Until we get across the street. The frogs are thrumming up a storm. Christopher’s eyes light up and he bolts for the cattail forest. Twenty minutes later we emerge, mud-crusted and carrying a new (temporary) travel companion named Ribbit. I look at my watch—naptime is quickly approaching, but it’s okay. We’re really truckin’ now, singing “Park, PARK, park.”

Until two houses from the park. The neighbor’s yard is covered with sweet gum pods. If you’ve ever seen one, you’ll understand Christopher’s fascination—the spiky seed pods look like creatures from another planet. Christopher nearly drops Ribbit as he scrambles to fill his pockets (and mine) with pods. Of course the neighbor comes out laughing. She provides a bucket and Christopher completely fills it. We’re so close to the park I can hear a child squealing “Higher, higher!” presumably as someone pushes him in a swing. I thank the neighbor for her bucket and lure Christopher back to the road, singing “Park, park, park.”

Until we reach the park gate. The squealing child and his daddy are leaving and Christopher has to show them his treasures—his “sweet gummies” and his froggy. The little boy says he wants some and before I can say a word, Christopher is leading them down the street away from the park. Both children are singing “Gummy, gummy, GUMMY.”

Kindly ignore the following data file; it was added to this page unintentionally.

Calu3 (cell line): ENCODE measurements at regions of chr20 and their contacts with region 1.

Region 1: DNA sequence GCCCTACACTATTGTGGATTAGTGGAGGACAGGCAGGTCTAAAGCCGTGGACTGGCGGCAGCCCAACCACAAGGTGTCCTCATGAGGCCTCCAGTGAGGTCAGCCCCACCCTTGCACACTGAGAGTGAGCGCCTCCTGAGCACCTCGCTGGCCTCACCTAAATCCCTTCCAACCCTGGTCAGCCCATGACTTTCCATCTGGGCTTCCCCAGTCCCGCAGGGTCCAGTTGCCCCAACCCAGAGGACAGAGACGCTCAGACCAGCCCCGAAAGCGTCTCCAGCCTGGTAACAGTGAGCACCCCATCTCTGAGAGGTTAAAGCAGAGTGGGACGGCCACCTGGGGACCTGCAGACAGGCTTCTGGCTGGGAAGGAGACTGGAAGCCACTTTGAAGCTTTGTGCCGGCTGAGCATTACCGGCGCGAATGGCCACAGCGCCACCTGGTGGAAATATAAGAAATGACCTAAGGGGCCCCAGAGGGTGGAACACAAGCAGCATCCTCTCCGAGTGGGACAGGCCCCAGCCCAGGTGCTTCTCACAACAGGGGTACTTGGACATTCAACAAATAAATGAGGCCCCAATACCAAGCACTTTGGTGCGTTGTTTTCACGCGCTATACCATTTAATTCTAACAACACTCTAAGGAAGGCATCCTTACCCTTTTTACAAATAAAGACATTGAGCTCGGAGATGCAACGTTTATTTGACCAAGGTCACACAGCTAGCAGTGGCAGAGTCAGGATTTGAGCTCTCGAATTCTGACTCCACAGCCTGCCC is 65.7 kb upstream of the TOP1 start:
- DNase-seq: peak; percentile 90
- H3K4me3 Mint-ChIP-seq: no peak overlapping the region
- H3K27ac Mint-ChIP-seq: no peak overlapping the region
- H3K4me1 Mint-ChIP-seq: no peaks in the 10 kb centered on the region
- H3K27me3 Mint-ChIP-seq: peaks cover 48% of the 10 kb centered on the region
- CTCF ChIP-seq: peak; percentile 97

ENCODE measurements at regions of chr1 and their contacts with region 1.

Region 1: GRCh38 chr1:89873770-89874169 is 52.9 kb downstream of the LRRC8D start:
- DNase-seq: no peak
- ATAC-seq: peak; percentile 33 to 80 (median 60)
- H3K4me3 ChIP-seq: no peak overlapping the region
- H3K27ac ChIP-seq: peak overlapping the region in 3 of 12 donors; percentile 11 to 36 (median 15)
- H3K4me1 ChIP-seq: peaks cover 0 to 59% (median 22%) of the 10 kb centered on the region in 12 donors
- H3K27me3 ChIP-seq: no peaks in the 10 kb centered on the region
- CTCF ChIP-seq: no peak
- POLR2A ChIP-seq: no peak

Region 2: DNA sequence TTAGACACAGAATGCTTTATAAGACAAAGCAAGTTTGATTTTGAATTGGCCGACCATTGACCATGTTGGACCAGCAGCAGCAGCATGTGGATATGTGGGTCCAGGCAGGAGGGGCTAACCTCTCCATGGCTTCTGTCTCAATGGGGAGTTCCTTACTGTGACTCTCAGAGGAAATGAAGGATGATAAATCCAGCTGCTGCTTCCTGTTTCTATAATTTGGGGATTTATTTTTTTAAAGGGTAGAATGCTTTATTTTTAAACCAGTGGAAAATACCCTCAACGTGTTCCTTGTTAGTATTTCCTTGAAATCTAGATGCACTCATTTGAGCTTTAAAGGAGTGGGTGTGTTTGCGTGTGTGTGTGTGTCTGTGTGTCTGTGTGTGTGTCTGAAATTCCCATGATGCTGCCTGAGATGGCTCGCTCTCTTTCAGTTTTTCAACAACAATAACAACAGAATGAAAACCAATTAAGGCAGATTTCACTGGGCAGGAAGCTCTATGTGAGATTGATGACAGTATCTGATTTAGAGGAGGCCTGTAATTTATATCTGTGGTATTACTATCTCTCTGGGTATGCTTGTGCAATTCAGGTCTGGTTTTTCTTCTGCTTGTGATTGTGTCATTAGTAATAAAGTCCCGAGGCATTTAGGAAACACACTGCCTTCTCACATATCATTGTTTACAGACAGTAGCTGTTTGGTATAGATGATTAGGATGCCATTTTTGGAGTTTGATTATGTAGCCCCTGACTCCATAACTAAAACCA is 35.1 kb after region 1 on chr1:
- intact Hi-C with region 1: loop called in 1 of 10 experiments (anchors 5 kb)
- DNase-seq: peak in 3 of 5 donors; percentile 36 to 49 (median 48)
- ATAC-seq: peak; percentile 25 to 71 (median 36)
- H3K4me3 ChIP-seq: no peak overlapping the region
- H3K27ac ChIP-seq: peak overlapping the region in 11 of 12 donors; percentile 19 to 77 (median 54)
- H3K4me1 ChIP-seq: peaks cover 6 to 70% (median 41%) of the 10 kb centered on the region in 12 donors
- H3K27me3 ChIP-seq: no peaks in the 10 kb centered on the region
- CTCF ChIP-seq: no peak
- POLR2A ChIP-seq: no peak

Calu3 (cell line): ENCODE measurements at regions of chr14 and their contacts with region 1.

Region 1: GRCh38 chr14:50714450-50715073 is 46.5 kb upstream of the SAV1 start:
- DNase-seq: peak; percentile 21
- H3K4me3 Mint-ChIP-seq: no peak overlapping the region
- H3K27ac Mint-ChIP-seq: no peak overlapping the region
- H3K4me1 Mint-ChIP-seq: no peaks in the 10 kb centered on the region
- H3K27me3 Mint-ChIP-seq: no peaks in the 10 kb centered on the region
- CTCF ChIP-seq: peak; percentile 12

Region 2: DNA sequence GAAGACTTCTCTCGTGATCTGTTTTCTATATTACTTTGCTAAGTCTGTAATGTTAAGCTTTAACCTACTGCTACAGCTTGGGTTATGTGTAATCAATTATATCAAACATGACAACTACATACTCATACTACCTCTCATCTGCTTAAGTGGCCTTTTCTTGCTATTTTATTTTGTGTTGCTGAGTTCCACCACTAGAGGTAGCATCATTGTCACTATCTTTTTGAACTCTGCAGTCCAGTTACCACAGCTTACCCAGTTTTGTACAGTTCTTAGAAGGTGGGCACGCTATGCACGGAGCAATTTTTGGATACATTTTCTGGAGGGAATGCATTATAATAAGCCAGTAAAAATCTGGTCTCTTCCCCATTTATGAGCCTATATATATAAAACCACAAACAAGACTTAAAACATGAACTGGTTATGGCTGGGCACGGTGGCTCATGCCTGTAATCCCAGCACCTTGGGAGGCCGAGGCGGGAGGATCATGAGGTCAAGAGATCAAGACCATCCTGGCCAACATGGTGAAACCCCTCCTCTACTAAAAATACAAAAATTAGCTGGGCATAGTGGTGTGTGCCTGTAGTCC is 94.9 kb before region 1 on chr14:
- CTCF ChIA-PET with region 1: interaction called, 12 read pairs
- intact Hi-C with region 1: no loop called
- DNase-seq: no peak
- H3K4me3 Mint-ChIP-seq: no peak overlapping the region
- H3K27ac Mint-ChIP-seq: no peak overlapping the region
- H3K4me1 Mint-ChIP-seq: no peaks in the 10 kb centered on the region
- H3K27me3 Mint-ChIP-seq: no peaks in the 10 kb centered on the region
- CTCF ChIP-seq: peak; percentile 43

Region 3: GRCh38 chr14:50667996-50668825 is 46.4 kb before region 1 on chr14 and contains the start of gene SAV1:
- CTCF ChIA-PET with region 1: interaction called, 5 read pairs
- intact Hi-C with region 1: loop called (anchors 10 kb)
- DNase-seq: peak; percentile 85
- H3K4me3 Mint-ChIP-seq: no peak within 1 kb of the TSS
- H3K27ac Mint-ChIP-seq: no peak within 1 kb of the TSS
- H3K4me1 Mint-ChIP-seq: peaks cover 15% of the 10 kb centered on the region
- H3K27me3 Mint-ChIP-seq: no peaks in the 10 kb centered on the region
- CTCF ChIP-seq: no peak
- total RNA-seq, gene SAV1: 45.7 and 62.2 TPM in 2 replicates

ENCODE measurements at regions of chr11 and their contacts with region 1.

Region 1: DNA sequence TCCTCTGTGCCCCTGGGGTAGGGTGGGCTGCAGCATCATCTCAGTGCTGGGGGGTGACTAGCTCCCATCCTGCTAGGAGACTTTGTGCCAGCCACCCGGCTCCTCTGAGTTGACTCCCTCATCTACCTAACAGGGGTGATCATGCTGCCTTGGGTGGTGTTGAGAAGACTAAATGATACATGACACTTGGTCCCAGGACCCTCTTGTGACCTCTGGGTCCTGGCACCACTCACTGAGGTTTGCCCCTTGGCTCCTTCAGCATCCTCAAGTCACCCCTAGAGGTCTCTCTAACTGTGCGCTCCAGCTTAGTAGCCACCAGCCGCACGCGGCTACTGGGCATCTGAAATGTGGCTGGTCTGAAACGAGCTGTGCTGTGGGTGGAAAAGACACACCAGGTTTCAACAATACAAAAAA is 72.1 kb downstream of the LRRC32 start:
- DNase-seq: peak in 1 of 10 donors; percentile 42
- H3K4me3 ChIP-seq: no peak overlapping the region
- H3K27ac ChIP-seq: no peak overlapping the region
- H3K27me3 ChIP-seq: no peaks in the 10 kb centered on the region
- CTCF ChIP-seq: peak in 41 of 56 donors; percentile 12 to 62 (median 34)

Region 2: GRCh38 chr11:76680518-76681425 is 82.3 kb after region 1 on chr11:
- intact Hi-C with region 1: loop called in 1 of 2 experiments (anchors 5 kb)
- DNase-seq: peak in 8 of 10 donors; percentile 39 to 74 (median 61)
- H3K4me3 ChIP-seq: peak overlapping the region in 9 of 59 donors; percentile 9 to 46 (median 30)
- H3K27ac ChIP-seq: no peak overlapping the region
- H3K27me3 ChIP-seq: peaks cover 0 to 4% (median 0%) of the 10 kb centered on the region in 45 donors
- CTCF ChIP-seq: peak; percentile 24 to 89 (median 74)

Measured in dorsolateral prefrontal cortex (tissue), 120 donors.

In some regards the afternoon was a wash. We never did reach the park. Naptime was very late and only accomplished by allowing Ribbit to sleep in a bowl by Christopher’s bed. But when I really think about it, this trip was the most worthwhile one we’d taken so far. So what if we didn’t swing at the park? Christopher had changed the purpose of our trip, and in so doing, had gained a pet, a new friend, and several dozen spiky seed pods. But the real treasure was the sparkle in Christopher’s eyes the next day as he asked me if we could go on another walk.

A few of my favorite books about the discovery nature of child-directed play:

itsrainingitspouringTitle: It’s Raining! It’s Pouring! We’re Exploring!

Author: Polly Peters

Illustrator: Jess Stockham

Genre: Picture book

Ages: 3-7 years